Visitors and exhibitors gave top marks to the premier global fair. They praised the range on offer at the fair and the very high quality of the visitors. It was noticeable that one in three of the visitors stayed at the fair for two days or longer this year - a very good value. With a view to 2016, 92 percent of the visitors and 86 percent of the exhibitors indicated that they would be involved in the 22nd Security Essen on September 27 - 30, 2016.
Supporting Programme Offered
100 Specialist Lectures and Technology Live in Action
The supporting programme at Security Essen also went down outstandingly: Around 100 lectures in the two fair-accompanying Security Forums presented solutions to current challenges in the sector. IT security was an important keyword here as well. Twice a day, visitors were able to experience technical innovations live in the Action Centre. Here, civil flying robots for site surveillance were demonstrated and security films for windows or glazed doors were tested with iron ball bearings, Molotov cocktails and explosion attempts. Spectacular things happened on the Fire Protection Day too: Here, it was possible to experience, amongst other products, fire suppression installations and CAFS fire extinguishing appliances live in use. As the premier global fair, Security Essen also supported the sector with regard to the promotion of the up-and-coming generation: On the Training and Further Education Day, schoolchildren, lateral entrants and students were able to obtain information about training courses and occupational perspectives in the security industry.
Security Innovation Award: Outstanding New Products Distinguished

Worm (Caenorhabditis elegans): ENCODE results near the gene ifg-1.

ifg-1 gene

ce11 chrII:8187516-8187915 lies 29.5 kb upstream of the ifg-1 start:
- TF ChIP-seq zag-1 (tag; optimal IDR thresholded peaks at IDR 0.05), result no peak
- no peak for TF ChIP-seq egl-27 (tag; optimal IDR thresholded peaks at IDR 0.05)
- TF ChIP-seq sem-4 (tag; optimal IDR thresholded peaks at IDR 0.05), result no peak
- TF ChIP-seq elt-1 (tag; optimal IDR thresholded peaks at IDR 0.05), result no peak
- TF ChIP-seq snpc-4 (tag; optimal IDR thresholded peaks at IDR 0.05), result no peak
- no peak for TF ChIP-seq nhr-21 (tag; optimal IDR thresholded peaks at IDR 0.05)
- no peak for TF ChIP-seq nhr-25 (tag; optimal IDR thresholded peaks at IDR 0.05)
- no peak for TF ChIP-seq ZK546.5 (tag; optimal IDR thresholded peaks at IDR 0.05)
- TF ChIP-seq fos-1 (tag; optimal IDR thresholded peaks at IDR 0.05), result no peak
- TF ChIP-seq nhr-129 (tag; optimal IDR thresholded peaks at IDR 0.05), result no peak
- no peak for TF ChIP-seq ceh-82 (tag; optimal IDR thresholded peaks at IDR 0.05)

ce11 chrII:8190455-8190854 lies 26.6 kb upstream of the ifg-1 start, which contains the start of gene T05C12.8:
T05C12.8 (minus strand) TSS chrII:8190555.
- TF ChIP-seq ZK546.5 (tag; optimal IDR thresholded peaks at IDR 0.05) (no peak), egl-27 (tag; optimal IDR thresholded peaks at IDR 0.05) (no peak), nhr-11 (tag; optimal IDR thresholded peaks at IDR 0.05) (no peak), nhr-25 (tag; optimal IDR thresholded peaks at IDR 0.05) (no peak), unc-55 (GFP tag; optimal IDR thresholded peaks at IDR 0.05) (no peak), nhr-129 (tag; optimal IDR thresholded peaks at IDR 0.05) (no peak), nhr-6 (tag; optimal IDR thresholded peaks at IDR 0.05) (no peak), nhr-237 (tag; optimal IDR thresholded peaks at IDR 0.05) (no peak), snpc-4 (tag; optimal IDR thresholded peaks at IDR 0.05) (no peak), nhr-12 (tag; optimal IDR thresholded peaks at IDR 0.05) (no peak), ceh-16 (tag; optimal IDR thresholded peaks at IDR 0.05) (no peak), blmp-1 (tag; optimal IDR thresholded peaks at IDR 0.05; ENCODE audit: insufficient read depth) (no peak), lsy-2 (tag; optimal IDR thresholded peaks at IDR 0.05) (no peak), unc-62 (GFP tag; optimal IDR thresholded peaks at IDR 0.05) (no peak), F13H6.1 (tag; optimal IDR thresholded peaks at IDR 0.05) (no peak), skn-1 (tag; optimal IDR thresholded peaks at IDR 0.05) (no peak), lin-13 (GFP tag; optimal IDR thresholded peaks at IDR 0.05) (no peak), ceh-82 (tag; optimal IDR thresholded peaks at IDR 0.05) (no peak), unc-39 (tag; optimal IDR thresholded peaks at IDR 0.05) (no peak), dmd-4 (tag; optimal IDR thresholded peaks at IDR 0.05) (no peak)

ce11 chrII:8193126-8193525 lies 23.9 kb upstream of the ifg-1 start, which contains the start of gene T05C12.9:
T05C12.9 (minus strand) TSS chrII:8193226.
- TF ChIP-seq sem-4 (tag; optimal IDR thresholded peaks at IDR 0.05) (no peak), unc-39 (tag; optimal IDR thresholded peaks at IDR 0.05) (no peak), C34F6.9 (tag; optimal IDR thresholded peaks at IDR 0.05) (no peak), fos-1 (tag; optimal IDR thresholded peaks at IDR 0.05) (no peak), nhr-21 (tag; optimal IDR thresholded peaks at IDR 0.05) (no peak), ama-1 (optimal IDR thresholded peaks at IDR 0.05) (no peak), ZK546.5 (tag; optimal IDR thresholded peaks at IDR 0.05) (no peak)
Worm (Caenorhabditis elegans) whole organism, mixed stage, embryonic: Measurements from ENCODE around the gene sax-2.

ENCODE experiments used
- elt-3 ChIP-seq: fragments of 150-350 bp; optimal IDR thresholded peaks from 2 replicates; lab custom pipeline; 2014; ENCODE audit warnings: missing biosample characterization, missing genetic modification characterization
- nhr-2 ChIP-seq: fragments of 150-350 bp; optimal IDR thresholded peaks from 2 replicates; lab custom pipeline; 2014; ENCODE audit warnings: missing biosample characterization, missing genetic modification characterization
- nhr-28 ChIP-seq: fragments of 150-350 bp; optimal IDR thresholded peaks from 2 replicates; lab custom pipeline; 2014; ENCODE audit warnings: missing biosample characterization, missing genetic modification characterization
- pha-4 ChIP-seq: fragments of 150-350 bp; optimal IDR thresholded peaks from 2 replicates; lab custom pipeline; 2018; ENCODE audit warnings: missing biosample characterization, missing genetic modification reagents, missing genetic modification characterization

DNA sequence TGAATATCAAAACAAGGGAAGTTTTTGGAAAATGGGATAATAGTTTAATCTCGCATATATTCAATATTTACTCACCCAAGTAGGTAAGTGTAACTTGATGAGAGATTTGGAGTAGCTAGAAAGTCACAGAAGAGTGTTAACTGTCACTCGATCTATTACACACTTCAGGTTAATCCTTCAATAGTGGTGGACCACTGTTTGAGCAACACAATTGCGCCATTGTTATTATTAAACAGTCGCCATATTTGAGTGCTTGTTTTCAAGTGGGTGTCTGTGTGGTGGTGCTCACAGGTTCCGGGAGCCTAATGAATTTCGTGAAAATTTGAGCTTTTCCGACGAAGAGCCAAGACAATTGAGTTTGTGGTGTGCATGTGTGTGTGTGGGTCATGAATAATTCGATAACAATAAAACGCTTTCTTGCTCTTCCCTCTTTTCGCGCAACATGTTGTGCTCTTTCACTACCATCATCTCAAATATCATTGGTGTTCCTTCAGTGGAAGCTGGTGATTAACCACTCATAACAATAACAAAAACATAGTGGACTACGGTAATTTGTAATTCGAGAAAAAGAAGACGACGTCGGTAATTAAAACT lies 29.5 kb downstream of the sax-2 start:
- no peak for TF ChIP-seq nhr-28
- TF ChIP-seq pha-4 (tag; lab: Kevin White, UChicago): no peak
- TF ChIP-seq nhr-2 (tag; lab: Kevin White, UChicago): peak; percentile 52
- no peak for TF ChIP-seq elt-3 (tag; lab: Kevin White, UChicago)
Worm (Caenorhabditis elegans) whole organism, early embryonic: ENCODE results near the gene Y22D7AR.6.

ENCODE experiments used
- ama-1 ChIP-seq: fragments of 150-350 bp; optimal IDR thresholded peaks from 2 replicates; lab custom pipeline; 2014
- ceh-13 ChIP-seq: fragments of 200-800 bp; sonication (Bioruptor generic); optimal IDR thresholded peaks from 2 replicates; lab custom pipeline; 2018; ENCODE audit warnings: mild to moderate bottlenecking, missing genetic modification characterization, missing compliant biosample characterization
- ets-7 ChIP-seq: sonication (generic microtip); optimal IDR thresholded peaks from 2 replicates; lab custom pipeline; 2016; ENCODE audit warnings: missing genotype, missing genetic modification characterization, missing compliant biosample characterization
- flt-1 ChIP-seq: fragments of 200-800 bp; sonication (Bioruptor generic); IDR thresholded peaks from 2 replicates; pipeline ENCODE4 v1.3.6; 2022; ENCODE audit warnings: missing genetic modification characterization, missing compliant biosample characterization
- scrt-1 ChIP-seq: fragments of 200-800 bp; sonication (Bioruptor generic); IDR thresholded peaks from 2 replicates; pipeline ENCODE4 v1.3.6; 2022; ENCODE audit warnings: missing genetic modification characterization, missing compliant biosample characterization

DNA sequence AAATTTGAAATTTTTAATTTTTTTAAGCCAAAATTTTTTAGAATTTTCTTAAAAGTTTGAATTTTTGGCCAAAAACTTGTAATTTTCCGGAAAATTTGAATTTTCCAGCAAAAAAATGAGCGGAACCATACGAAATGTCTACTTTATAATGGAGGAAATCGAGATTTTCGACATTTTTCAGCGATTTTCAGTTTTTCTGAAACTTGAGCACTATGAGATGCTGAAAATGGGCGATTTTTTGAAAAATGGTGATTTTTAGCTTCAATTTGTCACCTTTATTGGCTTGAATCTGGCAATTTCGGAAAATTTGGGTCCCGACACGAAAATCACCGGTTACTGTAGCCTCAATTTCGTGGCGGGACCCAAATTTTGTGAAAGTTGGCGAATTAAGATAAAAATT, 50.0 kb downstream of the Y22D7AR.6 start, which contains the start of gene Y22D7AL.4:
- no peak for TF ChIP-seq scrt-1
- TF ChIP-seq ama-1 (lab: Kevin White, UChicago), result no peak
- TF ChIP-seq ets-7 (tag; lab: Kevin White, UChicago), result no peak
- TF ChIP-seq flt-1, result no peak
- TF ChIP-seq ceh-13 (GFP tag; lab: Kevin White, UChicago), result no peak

The Security Innovation Award attracted great attention in 2014. A total of 95 companies put themselves forward as candidates for the mark of distinction for particularly pioneering innovations this year. The prize winners included the multifunctional security door called Secufire from Sälzer GmbH, the flexible electronic admission and access protection designated as pyware anywhere from Lock Your World GmbH & Co. KG as well as the miniature extinguishing system named E-Bulb from JOB GmbH.
Security Essen 2014: Figures in Detail
At Messe Essen, 1,045 exhibitors from around 40 nations presented innovations from over 40 market segments relating to civil security. Together with the projection for the last day of the fair, about 40,000 visitors including conference participants, VIP guests, members of various delegations and journalists came to Security Essen 2014 (36.200 of which are compliant with the FKM). The proportion of trade visitors was 99 percent.
ESSEN TRADE FAIR HOTELS
There are plenty of reasons to join us FOR THE SECURITY ESSEN FAIR Trade Fair .
You will meet knowledgeable industry leaders who will address a range of topics, link informative strategies for building your business, and learn how European demographics and psychographics differ from those in the U.S.
Put simply, if you want to tap into the vital European business market, you need to be at the SECURITY ESSEN FAIR Trade Fair and Trade Show with TTI Travel, the Trade Fair Travel Specialists
Visit a doctor.
Get a physical and update your vaccines. Depending on what country you are traveling to, you may need particular immunizations. Carry your medications with you on the plane so in the event your luggage is lost, you will have your daily meds on hand. Request a computerized medication list from your pharmacist in case of a medical emergency. And finally, check your insurance policy to confirm you are covered medically overseas, and if not buy travel health protection and medical evacuation insurance to be fully prepared.
Arrive at your destination country early.
Get the lay of the land by arriving a day or two before your meeting and hire a local guide to show you around. Contact the concierge at your hotel for recommendations on who to hire. Request the guide speak English so you can communicate and ask for helpful hints and tips that will be useful while you are visiting and doing business. Ask the concierge and your guide for suggestions of restaurants, coffee shops, and unique sites that are both safe and well regarded.